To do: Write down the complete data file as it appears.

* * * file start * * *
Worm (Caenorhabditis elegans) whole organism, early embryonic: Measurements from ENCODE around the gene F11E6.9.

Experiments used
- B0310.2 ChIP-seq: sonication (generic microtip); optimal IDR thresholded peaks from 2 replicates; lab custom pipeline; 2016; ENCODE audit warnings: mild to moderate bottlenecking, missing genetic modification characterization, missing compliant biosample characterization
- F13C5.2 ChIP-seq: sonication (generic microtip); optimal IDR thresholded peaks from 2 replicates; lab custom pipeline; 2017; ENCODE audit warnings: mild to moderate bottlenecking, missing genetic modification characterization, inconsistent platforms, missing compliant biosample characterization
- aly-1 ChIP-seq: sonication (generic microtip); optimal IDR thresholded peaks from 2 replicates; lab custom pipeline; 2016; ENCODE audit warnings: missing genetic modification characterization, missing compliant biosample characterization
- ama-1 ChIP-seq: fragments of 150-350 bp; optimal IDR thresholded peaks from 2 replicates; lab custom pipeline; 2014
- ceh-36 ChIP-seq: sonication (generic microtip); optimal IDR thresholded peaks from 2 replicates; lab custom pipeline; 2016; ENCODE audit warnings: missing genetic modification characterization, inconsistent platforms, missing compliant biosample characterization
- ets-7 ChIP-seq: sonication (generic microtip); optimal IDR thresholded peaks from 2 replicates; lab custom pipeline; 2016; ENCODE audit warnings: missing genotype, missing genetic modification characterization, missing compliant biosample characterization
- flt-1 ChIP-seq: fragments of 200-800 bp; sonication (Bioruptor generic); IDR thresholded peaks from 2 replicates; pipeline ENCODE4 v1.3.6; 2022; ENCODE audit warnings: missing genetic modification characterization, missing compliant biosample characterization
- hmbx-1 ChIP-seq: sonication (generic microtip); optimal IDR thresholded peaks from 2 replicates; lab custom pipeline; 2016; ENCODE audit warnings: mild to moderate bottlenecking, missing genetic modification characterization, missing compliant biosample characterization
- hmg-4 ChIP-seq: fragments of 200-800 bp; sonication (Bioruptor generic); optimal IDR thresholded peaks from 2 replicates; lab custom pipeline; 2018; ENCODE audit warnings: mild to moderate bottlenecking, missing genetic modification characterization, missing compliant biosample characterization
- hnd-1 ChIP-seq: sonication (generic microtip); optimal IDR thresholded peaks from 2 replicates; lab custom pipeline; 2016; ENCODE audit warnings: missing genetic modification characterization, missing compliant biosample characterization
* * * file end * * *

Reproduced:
Worm (Caenorhabditis elegans) whole organism, early embryonic: Measurements from ENCODE around the gene F11E6.9.

Experiments used
- B0310.2 ChIP-seq: sonication (generic microtip); optimal IDR thresholded peaks from 2 replicates; lab custom pipeline; 2016; ENCODE audit warnings: mild to moderate bottlenecking, missing genetic modification characterization, missing compliant biosample characterization
- F13C5.2 ChIP-seq: sonication (generic microtip); optimal IDR thresholded peaks from 2 replicates; lab custom pipeline; 2017; ENCODE audit warnings: mild to moderate bottlenecking, missing genetic modification characterization, inconsistent platforms, missing compliant biosample characterization
- aly-1 ChIP-seq: sonication (generic microtip); optimal IDR thresholded peaks from 2 replicates; lab custom pipeline; 2016; ENCODE audit warnings: missing genetic modification characterization, missing compliant biosample characterization
- ama-1 ChIP-seq: fragments of 150-350 bp; optimal IDR thresholded peaks from 2 replicates; lab custom pipeline; 2014
- ceh-36 ChIP-seq: sonication (generic microtip); optimal IDR thresholded peaks from 2 replicates; lab custom pipeline; 2016; ENCODE audit warnings: missing genetic modification characterization, inconsistent platforms, missing compliant biosample characterization
- ets-7 ChIP-seq: sonication (generic microtip); optimal IDR thresholded peaks from 2 replicates; lab custom pipeline; 2016; ENCODE audit warnings: missing genotype, missing genetic modification characterization, missing compliant biosample characterization
- flt-1 ChIP-seq: fragments of 200-800 bp; sonication (Bioruptor generic); IDR thresholded peaks from 2 replicates; pipeline ENCODE4 v1.3.6; 2022; ENCODE audit warnings: missing genetic modification characterization, missing compliant biosample characterization
- hmbx-1 ChIP-seq: sonication (generic microtip); optimal IDR thresholded peaks from 2 replicates; lab custom pipeline; 2016; ENCODE audit warnings: mild to moderate bottlenecking, missing genetic modification characterization, missing compliant biosample characterization
- hmg-4 ChIP-seq: fragments of 200-800 bp; sonication (Bioruptor generic); optimal IDR thresholded peaks from 2 replicates; lab custom pipeline; 2018; ENCODE audit warnings: mild to moderate bottlenecking, missing genetic modification characterization, missing compliant biosample characterization
- hnd-1 ChIP-seq: sonication (generic microtip); optimal IDR thresholded peaks from 2 replicates; lab custom pipeline; 2016; ENCODE audit warnings: missing genetic modification characterization, missing compliant biosample characterization